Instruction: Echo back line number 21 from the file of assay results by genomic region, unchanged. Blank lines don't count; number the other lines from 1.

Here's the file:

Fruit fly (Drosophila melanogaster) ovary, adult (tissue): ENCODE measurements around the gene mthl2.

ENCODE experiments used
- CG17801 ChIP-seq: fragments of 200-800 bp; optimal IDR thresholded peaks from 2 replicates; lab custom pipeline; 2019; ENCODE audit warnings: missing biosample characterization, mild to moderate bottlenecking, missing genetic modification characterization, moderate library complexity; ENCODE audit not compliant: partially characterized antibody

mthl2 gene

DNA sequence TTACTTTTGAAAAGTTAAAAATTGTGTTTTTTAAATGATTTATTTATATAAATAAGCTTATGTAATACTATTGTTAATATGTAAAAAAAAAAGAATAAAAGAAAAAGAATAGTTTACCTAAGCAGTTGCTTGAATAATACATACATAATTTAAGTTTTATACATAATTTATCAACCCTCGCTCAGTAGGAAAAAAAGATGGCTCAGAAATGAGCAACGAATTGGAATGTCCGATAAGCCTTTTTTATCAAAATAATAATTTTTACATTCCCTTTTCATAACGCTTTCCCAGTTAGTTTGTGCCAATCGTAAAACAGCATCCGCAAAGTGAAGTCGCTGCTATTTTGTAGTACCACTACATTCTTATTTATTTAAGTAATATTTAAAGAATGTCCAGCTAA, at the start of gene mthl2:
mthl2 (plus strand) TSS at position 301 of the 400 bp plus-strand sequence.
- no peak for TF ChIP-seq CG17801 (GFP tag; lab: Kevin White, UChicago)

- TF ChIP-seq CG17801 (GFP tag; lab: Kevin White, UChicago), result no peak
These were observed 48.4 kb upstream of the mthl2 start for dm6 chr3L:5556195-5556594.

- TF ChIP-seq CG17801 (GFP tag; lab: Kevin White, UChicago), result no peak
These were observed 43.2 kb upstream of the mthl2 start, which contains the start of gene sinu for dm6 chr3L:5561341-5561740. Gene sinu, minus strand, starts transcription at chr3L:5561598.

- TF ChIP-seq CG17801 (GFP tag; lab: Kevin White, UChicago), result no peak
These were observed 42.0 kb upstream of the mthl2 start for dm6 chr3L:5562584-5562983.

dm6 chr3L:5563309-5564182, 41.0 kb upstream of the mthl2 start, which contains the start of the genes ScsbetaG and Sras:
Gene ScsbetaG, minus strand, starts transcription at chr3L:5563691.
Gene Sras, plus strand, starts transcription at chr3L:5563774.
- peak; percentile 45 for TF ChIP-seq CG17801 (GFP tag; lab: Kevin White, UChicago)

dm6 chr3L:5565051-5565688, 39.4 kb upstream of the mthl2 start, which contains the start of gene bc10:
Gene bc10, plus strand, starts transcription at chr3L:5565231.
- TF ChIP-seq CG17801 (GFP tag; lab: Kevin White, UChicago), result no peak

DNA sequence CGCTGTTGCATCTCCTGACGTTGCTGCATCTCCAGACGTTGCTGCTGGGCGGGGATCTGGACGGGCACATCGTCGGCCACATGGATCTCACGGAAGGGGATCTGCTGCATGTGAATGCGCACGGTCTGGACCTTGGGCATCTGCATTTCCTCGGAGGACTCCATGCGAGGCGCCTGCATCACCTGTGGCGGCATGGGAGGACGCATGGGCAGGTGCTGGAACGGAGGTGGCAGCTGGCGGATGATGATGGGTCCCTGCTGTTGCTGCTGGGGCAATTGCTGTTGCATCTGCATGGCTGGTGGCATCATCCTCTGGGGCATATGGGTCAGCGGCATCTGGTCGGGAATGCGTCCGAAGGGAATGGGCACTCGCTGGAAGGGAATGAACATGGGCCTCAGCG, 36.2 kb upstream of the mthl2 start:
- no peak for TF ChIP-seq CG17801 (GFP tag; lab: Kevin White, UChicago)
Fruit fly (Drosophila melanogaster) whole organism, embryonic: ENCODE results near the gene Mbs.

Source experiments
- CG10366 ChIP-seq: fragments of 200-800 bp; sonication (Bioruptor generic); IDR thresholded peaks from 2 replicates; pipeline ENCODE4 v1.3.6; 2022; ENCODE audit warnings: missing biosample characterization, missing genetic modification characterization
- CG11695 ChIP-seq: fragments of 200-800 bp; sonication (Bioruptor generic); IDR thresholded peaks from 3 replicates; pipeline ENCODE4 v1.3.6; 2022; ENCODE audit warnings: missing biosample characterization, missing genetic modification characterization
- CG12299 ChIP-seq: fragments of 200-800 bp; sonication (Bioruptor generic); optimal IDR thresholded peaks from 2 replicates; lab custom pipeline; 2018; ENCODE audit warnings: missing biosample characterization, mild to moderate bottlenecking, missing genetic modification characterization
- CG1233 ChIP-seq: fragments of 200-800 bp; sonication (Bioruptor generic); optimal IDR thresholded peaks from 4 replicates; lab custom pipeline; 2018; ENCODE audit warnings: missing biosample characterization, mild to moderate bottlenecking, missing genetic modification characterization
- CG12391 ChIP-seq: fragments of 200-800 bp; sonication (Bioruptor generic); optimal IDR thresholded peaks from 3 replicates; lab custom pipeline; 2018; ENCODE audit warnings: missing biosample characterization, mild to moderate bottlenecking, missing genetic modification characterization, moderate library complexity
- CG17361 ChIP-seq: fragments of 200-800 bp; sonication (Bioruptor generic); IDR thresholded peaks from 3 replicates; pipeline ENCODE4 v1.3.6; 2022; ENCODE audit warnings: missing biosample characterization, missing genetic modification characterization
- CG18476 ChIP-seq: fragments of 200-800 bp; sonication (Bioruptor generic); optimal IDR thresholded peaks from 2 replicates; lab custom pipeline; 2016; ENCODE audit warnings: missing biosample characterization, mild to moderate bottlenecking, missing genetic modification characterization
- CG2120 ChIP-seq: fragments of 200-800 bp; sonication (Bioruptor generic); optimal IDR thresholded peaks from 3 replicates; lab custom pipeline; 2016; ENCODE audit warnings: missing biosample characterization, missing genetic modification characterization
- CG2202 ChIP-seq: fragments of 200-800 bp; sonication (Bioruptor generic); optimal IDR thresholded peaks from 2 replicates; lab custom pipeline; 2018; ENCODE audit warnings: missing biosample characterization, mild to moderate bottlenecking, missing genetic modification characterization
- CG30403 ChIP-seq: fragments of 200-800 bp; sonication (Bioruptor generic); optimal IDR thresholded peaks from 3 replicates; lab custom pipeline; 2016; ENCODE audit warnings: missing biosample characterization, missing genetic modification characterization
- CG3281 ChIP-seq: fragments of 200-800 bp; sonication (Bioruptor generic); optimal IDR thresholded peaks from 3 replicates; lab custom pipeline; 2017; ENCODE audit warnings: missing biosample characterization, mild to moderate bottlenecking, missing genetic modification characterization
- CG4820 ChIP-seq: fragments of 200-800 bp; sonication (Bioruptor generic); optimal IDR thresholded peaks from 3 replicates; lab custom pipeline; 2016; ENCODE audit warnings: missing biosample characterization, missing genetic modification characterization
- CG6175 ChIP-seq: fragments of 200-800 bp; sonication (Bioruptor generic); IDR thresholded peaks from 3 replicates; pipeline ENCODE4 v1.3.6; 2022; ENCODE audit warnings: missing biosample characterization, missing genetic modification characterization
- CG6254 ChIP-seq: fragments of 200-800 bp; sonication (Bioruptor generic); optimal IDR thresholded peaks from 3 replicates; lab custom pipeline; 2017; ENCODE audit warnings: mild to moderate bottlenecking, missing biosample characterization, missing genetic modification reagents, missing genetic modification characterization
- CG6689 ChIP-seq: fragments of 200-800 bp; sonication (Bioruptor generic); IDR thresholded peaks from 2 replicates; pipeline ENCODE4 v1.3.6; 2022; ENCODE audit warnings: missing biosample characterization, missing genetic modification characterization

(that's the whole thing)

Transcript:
DNA sequence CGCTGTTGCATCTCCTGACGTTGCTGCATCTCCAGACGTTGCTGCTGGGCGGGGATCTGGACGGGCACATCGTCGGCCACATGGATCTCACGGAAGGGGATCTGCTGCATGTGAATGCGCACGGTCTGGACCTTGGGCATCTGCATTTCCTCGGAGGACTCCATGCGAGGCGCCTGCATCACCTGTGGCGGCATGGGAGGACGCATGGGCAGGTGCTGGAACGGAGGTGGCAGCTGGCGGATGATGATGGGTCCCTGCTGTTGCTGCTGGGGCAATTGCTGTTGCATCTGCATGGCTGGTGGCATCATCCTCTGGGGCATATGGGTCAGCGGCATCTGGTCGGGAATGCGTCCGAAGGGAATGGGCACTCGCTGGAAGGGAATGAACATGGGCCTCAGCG, 36.2 kb upstream of the mthl2 start: